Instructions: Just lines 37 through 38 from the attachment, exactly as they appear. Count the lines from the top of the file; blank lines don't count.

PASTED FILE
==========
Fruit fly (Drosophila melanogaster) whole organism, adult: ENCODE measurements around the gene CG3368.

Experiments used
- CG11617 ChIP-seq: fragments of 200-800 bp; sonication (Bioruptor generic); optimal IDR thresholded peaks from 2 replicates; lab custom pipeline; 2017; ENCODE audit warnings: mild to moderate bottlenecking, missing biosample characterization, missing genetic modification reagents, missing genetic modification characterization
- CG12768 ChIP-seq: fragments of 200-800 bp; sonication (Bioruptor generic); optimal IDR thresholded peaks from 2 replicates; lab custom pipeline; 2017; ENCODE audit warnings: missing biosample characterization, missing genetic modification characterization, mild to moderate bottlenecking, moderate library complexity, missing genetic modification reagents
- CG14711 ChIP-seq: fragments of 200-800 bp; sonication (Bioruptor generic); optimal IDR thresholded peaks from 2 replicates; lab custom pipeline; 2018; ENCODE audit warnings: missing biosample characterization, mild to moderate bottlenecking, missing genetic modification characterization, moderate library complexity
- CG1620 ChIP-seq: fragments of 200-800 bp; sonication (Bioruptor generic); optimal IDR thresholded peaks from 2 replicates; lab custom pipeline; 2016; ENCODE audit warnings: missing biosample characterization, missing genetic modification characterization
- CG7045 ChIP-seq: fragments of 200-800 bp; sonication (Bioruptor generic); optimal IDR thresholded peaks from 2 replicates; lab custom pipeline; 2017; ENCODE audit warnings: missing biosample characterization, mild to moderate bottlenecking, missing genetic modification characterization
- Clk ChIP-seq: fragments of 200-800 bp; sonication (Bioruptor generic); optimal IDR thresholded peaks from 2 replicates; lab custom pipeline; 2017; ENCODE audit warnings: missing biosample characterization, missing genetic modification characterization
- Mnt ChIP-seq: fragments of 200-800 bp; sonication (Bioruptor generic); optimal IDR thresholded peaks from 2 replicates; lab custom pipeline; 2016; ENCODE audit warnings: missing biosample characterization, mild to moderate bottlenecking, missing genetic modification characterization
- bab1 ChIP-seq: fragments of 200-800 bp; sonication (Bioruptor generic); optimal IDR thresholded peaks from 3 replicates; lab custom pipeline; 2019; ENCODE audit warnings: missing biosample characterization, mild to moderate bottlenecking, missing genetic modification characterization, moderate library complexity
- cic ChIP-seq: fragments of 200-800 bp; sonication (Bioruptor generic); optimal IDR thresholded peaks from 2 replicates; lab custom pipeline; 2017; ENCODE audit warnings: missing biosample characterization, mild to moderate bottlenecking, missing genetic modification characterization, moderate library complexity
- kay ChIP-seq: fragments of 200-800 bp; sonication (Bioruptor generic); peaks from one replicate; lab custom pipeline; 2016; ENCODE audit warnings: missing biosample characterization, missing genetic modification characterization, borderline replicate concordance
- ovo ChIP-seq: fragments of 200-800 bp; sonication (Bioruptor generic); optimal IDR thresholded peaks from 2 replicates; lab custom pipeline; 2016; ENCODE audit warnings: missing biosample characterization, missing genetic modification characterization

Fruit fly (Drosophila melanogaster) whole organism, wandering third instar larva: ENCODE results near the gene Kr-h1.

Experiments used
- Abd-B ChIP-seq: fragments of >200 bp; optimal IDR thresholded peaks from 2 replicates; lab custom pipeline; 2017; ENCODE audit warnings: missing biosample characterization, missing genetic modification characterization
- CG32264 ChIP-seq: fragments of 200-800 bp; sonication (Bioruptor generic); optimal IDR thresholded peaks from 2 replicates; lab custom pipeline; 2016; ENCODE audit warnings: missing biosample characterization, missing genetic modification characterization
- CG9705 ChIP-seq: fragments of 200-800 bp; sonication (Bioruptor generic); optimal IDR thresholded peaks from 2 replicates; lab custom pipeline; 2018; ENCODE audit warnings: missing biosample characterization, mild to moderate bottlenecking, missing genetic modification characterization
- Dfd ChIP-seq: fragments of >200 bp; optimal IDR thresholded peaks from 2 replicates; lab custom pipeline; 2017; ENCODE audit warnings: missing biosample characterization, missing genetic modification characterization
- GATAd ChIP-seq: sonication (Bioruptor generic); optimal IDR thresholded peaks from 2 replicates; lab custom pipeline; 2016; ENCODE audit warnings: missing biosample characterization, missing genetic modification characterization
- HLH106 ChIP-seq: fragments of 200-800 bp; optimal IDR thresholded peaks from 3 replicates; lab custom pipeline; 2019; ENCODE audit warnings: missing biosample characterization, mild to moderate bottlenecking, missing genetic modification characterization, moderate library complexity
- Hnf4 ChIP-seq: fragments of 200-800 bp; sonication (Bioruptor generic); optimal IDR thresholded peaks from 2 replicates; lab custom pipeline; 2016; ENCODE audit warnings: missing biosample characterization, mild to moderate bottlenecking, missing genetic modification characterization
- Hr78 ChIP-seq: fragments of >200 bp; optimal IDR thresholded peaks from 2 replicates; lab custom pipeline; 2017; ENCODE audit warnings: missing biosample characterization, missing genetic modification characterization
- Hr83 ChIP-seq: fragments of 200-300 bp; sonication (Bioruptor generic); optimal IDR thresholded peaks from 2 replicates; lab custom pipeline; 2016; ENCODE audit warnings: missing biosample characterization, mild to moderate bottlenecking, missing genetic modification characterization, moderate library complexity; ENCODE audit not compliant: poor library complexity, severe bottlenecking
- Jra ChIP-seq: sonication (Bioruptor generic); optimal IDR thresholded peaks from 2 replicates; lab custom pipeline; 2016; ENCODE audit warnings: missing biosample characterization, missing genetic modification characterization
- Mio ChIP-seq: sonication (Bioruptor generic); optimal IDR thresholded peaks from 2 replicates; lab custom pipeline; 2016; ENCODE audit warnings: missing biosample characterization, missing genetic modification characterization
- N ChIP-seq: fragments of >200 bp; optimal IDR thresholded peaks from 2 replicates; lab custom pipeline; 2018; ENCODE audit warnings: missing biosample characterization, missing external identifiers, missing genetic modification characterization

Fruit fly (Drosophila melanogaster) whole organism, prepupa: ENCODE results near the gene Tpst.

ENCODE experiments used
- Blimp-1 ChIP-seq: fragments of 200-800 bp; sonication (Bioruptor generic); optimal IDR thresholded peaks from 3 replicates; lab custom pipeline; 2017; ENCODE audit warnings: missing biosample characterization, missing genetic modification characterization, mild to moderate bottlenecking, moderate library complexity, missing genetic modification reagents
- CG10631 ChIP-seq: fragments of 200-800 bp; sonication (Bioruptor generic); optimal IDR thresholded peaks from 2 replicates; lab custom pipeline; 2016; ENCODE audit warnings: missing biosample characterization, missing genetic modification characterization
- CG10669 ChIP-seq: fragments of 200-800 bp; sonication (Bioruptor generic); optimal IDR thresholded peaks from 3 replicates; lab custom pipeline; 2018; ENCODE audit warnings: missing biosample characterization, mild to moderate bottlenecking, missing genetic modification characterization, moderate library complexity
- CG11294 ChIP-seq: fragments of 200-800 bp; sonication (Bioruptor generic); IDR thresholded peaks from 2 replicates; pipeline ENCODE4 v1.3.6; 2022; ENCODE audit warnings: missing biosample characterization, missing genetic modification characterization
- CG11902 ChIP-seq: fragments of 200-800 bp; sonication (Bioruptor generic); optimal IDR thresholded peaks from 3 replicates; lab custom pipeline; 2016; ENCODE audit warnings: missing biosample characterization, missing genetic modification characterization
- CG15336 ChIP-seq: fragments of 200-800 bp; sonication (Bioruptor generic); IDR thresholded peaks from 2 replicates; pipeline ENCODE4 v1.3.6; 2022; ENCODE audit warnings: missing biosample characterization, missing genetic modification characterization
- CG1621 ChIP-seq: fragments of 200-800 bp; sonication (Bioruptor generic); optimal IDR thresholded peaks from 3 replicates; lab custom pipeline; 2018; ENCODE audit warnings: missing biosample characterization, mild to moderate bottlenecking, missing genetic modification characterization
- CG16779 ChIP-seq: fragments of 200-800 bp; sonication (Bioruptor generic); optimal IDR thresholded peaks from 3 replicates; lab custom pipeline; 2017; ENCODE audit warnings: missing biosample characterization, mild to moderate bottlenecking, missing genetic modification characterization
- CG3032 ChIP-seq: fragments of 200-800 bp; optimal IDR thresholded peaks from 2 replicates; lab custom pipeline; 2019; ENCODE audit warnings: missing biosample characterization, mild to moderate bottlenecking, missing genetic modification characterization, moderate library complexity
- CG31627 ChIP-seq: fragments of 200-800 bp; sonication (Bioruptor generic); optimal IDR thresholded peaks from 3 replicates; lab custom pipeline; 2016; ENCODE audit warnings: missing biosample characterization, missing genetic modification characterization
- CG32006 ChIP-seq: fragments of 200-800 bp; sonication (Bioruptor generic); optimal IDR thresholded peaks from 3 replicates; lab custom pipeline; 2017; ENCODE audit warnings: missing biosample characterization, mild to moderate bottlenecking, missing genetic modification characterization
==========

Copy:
- CG16779 ChIP-seq: fragments of 200-800 bp; sonication (Bioruptor generic); optimal IDR thresholded peaks from 3 replicates; lab custom pipeline; 2017; ENCODE audit warnings: missing biosample characterization, mild to moderate bottlenecking, missing genetic modification characterization
- CG3032 ChIP-seq: fragments of 200-800 bp; optimal IDR thresholded peaks from 2 replicates; lab custom pipeline; 2019; ENCODE audit warnings: missing biosample characterization, mild to moderate bottlenecking, missing genetic modification characterization, moderate library complexity